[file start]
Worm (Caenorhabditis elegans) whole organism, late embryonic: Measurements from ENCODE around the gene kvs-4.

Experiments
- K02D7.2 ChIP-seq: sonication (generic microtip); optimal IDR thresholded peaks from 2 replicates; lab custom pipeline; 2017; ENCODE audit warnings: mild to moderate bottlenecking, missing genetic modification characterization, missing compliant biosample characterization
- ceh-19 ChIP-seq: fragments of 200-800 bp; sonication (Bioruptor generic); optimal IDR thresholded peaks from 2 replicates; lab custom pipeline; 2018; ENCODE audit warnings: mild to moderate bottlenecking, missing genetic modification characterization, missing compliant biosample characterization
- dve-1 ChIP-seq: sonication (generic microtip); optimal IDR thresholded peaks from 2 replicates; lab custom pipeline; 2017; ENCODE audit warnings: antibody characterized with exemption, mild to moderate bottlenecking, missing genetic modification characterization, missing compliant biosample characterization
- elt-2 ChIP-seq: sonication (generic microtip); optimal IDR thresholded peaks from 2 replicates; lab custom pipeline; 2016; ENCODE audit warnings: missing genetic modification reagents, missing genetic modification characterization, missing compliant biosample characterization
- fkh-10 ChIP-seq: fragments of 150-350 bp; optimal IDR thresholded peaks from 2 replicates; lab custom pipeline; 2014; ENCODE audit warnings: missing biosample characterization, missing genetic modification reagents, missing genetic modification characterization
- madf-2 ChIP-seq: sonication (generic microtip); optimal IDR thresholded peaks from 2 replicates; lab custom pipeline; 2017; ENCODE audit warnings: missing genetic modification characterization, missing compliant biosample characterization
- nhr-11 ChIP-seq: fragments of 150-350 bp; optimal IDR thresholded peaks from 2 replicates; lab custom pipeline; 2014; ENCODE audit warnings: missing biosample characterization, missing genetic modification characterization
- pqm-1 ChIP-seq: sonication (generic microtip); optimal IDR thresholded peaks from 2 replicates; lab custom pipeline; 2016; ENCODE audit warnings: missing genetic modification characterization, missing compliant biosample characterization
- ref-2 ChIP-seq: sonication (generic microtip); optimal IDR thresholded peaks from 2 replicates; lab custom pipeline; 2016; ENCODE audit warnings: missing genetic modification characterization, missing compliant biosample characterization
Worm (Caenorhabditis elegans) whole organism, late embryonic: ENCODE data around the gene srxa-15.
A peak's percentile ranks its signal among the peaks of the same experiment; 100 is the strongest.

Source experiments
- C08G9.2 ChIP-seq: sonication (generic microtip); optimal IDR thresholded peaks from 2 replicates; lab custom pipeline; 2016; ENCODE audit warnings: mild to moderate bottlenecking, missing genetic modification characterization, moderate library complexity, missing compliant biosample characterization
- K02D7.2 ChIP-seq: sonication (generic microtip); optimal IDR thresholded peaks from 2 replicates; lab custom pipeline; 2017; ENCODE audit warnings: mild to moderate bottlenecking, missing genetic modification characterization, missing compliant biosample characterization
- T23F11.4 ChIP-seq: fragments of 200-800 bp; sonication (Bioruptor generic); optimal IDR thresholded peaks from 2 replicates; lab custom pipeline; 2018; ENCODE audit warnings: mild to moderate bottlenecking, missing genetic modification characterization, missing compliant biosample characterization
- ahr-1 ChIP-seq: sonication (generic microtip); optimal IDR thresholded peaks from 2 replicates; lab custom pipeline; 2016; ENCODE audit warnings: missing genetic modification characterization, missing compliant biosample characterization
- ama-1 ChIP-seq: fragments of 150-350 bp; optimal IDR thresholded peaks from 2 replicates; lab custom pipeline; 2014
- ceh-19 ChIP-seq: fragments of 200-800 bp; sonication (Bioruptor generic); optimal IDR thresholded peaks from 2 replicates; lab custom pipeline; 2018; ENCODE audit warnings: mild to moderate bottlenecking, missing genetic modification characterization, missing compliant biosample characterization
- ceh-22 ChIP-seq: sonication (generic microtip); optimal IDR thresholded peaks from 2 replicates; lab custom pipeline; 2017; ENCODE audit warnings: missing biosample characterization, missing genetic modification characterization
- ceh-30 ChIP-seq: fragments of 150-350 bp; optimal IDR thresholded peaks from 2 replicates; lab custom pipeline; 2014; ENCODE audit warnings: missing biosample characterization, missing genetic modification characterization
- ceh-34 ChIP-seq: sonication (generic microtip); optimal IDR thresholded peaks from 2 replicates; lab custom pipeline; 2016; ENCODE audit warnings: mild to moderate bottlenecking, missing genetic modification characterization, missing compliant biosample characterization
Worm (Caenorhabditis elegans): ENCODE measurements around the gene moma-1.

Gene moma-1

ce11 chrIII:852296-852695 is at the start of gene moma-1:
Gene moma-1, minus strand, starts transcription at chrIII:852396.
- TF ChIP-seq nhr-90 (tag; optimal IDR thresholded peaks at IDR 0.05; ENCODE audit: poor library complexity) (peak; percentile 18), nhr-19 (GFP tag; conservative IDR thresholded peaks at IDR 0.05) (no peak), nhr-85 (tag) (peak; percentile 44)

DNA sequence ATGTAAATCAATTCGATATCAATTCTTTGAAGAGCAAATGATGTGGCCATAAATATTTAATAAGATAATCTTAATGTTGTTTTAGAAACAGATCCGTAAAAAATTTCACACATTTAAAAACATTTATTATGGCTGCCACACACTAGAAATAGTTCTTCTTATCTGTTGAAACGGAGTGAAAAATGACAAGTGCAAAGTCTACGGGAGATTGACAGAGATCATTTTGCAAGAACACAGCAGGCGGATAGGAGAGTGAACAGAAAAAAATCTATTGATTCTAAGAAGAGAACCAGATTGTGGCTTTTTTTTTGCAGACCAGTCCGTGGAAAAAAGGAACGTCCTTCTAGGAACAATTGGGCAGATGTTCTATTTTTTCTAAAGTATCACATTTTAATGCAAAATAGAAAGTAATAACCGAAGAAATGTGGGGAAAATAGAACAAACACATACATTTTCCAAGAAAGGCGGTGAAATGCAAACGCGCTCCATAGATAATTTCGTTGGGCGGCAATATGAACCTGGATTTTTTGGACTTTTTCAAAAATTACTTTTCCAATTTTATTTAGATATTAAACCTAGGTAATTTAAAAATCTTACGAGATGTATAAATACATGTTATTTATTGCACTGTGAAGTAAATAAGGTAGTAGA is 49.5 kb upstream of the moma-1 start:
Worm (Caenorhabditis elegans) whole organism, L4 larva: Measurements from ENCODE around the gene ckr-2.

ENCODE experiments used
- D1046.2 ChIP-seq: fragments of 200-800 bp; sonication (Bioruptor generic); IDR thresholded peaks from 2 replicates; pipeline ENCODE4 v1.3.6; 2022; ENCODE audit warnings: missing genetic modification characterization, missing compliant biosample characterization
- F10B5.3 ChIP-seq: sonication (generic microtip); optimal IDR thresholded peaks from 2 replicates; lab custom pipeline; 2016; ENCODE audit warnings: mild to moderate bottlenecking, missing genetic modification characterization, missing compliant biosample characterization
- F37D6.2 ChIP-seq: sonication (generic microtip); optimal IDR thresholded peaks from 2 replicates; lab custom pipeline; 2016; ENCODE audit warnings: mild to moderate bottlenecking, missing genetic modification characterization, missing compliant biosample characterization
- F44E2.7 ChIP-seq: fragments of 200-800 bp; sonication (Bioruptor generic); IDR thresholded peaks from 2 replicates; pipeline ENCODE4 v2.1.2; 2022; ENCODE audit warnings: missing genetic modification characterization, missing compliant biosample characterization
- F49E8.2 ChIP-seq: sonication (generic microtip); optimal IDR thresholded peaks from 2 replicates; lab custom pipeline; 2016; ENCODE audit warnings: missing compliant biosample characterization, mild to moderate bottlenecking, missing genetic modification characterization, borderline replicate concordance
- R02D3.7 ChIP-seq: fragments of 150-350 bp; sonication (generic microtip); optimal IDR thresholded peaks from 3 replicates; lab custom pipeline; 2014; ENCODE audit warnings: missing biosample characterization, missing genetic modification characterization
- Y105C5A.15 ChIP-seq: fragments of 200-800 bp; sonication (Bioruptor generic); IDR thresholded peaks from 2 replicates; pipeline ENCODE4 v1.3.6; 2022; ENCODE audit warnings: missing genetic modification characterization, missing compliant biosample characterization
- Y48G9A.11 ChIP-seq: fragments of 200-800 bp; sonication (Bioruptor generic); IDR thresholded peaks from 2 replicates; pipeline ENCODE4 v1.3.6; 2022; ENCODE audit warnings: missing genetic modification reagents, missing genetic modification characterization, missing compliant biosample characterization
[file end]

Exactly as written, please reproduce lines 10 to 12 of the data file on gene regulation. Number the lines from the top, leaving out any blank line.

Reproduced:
- pqm-1 ChIP-seq: sonication (generic microtip); optimal IDR thresholded peaks from 2 replicates; lab custom pipeline; 2016; ENCODE audit warnings: missing genetic modification characterization, missing compliant biosample characterization
- ref-2 ChIP-seq: sonication (generic microtip); optimal IDR thresholded peaks from 2 replicates; lab custom pipeline; 2016; ENCODE audit warnings: missing genetic modification characterization, missing compliant biosample characterization
Worm (Caenorhabditis elegans) whole organism, late embryonic: ENCODE data around the gene srxa-15.